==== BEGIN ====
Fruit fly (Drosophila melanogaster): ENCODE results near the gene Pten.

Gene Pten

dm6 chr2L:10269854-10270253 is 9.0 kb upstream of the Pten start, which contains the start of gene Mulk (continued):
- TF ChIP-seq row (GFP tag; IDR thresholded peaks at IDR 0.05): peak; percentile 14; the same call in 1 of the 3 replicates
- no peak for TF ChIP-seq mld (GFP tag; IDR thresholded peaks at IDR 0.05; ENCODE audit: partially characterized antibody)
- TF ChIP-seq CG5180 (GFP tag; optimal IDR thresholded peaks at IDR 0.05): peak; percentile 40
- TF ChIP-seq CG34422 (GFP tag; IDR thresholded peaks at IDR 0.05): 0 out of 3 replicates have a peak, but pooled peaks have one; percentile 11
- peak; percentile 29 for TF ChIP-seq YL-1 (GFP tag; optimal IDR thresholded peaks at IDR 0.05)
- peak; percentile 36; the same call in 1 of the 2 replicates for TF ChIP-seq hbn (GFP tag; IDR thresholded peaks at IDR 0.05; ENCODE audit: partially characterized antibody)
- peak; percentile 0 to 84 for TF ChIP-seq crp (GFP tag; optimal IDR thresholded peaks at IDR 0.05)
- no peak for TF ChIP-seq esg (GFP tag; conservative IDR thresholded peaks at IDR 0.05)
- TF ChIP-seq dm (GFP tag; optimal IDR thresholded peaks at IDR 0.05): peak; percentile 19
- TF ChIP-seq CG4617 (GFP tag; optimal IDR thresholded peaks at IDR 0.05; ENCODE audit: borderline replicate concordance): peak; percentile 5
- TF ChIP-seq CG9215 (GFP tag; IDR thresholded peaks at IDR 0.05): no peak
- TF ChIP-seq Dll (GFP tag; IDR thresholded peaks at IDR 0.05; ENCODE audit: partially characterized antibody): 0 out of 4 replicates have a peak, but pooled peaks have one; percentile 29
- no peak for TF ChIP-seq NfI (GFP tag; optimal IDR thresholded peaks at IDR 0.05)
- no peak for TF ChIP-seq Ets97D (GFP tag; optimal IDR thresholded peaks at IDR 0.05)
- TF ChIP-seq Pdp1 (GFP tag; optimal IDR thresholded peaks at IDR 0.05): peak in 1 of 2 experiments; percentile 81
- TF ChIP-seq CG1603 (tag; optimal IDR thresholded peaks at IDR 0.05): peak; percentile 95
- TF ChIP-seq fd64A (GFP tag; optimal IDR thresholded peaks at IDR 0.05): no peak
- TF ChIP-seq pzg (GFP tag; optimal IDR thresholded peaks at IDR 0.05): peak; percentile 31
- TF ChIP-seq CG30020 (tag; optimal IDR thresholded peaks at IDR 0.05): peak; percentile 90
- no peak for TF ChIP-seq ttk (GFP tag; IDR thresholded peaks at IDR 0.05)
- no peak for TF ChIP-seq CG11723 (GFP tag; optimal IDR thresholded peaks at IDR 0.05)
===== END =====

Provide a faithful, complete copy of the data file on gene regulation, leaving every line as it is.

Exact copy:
Fruit fly (Drosophila melanogaster): ENCODE results near the gene Pten.

Gene Pten

dm6 chr2L:10269854-10270253 is 9.0 kb upstream of the Pten start, which contains the start of gene Mulk (continued):
- TF ChIP-seq row (GFP tag; IDR thresholded peaks at IDR 0.05): peak; percentile 14; the same call in 1 of the 3 replicates
- no peak for TF ChIP-seq mld (GFP tag; IDR thresholded peaks at IDR 0.05; ENCODE audit: partially characterized antibody)
- TF ChIP-seq CG5180 (GFP tag; optimal IDR thresholded peaks at IDR 0.05): peak; percentile 40
- TF ChIP-seq CG34422 (GFP tag; IDR thresholded peaks at IDR 0.05): 0 out of 3 replicates have a peak, but pooled peaks have one; percentile 11
- peak; percentile 29 for TF ChIP-seq YL-1 (GFP tag; optimal IDR thresholded peaks at IDR 0.05)
- peak; percentile 36; the same call in 1 of the 2 replicates for TF ChIP-seq hbn (GFP tag; IDR thresholded peaks at IDR 0.05; ENCODE audit: partially characterized antibody)
- peak; percentile 0 to 84 for TF ChIP-seq crp (GFP tag; optimal IDR thresholded peaks at IDR 0.05)
- no peak for TF ChIP-seq esg (GFP tag; conservative IDR thresholded peaks at IDR 0.05)
- TF ChIP-seq dm (GFP tag; optimal IDR thresholded peaks at IDR 0.05): peak; percentile 19
- TF ChIP-seq CG4617 (GFP tag; optimal IDR thresholded peaks at IDR 0.05; ENCODE audit: borderline replicate concordance): peak; percentile 5
- TF ChIP-seq CG9215 (GFP tag; IDR thresholded peaks at IDR 0.05): no peak
- TF ChIP-seq Dll (GFP tag; IDR thresholded peaks at IDR 0.05; ENCODE audit: partially characterized antibody): 0 out of 4 replicates have a peak, but pooled peaks have one; percentile 29
- no peak for TF ChIP-seq NfI (GFP tag; optimal IDR thresholded peaks at IDR 0.05)
- no peak for TF ChIP-seq Ets97D (GFP tag; optimal IDR thresholded peaks at IDR 0.05)
- TF ChIP-seq Pdp1 (GFP tag; optimal IDR thresholded peaks at IDR 0.05): peak in 1 of 2 experiments; percentile 81
- TF ChIP-seq CG1603 (tag; optimal IDR thresholded peaks at IDR 0.05): peak; percentile 95
- TF ChIP-seq fd64A (GFP tag; optimal IDR thresholded peaks at IDR 0.05): no peak
- TF ChIP-seq pzg (GFP tag; optimal IDR thresholded peaks at IDR 0.05): peak; percentile 31
- TF ChIP-seq CG30020 (tag; optimal IDR thresholded peaks at IDR 0.05): peak; percentile 90
- no peak for TF ChIP-seq ttk (GFP tag; IDR thresholded peaks at IDR 0.05)
- no peak for TF ChIP-seq CG11723 (GFP tag; optimal IDR thresholded peaks at IDR 0.05)